Vacation: No Way To Relax

If you can’t walk there or drive there, I’m not going.

That’s my new philosophy on vacations.

My husband and I recently went to Colorado for a vacation.  It started out just great.  After about 16 hours of computer time, my hubby had successfully navigated Orbitz and locked in a great deal on a hotel, rental car and roundtrip airfare originating from Allentown, which was one of my few requirements.

The trip to Denver went very smoothly.   Leaving from a small airport reduces the stress for me, and that’s what vacations are all about, right?

And it was stress-free, right up to our departure from Denver.  We returned our rental car and hopped on the shuttle to the airport with no hassles and arrived at the airport at 9 a.m., two and one-half hours before our departure time.  We were tired and ready to go home.

The lines to check in were extremely long – just one of the hazards of big airports.  After about ten minutes, a United Airlines employee graciously asked us if we had bags to check.  We told her we had only carry-ons but we needed to get our tickets.  She directed us to an automated kiosk.  Our relief at not having to wait in line for an hour was quickly dashed when my husband inserted his credit card.  The screen read, “Due to a flight cancellation or overbooking, you have been rescheduled to depart at 6 a.m. …”

My husband snapped into get-r-done mode (my cue to disappear), pushed me aside, and paraded back to the United employee who had sprung us from the hundred or so people lined up in the maze of people checking their bags.  This time she pointed him to a sign that read “Additional Services” where another maze was lined with disgruntled would-be fliers.  He motioned me to a seat in the corner.  I dutifully sat down with the bags.  The line did not move.  I mean, the line really did not move.  After an hour, he was face-to-face with a customer service rep.  From where I sat, I could see him making all sorts of “I am not happy” gyrations.  Another fifteen minutes passed and he finally waved me over.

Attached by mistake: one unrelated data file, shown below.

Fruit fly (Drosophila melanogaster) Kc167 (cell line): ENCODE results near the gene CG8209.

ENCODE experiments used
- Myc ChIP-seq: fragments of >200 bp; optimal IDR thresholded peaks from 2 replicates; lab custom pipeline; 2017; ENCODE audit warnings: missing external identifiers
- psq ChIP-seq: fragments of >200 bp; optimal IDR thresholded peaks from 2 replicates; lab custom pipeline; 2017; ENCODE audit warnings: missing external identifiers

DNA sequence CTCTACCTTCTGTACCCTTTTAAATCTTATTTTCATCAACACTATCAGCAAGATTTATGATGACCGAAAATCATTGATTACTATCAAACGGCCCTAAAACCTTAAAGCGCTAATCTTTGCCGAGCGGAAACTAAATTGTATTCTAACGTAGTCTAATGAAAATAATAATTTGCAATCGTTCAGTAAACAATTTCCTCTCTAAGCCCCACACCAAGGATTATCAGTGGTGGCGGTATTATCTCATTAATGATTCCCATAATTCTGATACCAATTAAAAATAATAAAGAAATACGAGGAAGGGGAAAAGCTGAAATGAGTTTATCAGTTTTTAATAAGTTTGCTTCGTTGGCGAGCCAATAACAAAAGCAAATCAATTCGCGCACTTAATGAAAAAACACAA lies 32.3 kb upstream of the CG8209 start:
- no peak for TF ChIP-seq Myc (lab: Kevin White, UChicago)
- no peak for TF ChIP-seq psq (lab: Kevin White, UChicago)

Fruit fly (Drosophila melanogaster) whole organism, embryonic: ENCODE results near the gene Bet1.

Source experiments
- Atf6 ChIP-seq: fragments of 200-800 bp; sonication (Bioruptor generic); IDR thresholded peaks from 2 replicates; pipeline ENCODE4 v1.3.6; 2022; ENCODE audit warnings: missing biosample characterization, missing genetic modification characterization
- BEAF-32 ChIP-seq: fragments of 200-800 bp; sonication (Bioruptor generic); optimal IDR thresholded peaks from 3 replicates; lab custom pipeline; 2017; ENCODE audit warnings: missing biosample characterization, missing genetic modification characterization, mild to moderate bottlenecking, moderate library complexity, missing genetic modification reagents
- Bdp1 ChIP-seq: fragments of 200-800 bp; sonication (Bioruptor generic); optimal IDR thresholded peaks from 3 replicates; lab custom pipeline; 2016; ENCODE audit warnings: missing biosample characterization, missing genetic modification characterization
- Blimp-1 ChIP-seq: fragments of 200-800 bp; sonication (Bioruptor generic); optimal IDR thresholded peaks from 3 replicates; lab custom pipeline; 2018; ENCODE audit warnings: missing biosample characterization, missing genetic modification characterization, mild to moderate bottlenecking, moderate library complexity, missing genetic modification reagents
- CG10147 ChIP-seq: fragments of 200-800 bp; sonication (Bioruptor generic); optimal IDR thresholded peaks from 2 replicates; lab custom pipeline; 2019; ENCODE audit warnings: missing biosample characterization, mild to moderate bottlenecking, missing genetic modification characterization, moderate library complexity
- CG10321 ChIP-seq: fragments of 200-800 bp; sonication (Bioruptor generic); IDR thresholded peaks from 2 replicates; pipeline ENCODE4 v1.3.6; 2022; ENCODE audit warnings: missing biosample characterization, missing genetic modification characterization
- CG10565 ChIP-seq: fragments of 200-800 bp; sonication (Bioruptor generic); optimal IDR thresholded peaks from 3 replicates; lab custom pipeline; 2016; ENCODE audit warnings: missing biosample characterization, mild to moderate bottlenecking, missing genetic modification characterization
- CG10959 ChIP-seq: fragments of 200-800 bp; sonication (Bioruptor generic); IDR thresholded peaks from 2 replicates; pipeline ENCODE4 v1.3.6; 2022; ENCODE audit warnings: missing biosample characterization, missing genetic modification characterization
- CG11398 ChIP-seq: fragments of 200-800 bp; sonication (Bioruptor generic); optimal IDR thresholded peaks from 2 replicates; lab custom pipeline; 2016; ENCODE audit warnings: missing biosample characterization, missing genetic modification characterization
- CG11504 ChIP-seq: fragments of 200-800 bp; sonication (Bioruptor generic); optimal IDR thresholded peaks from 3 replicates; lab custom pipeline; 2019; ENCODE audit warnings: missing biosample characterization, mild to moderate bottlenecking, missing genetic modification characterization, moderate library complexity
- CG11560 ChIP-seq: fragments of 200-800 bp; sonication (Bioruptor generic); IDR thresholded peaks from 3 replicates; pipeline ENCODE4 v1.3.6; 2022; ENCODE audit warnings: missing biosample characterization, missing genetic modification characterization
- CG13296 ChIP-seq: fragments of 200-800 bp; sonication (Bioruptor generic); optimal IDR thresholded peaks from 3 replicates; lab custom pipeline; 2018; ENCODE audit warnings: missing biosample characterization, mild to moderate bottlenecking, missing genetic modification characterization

Turns out our plane had mechanical problems and was grounded.

As much as I wanted to say, “What do you mean, your plane is broken?” the look on the young woman’s face clearly said NO WISECRACKS.

But seriously, United is a big carrier and Denver is one of their hubs.  Don’t they have another plane?

I said something cute like, gee I’m glad the plane broke on the tarmac rather than in the air, which was met with not even a smile from either my husband or the airline employee.  It was all I could do to refrain from saying GET ANOTHER PLANE.

The best we could do was to fly to Dallas and catch a US Airways flight to Philadelphia, arrival time 10 p.m., which would put us at the big airport I had wanted to avoid, with no car.

No problem.  We’ll just rent a car and drive to Allentown to get our car which had vacationed in LVA’s lovely little airport that I am so fond of.

My husband looked at me and said “are you okay with that?”  I weighed my options, which included spending the next 24 hours in Denver International Airport, and quickly gave my approval.

Next we spoke to a churlish rental car reservationist who dialed a phone number and handed the phone to my husband to reserve a car in Philly.  No problem, the guy on the other side said and quoted us $100.00 to borrow their car.  Once again, the options were limited so we reserved the car.

14 hours after we had arrived at Denver International, we arrived in Philly.  My husband picked a jazzy little two-door sports car for a very fast drive to Allentown.  After no fewer than six trips around and through the airport and two unfriendly encounters with the Allentown rental car guy, we found the place where they hide the rental cars.

It was 2 a.m. when we arrived home.  There were two messages from Orbitz waiting in our living room.  Apparently they thought it would be a good idea to call our house in Pennsylvania rather than our cell phone to reschedule our flight.

Boy, could I use a vacation.


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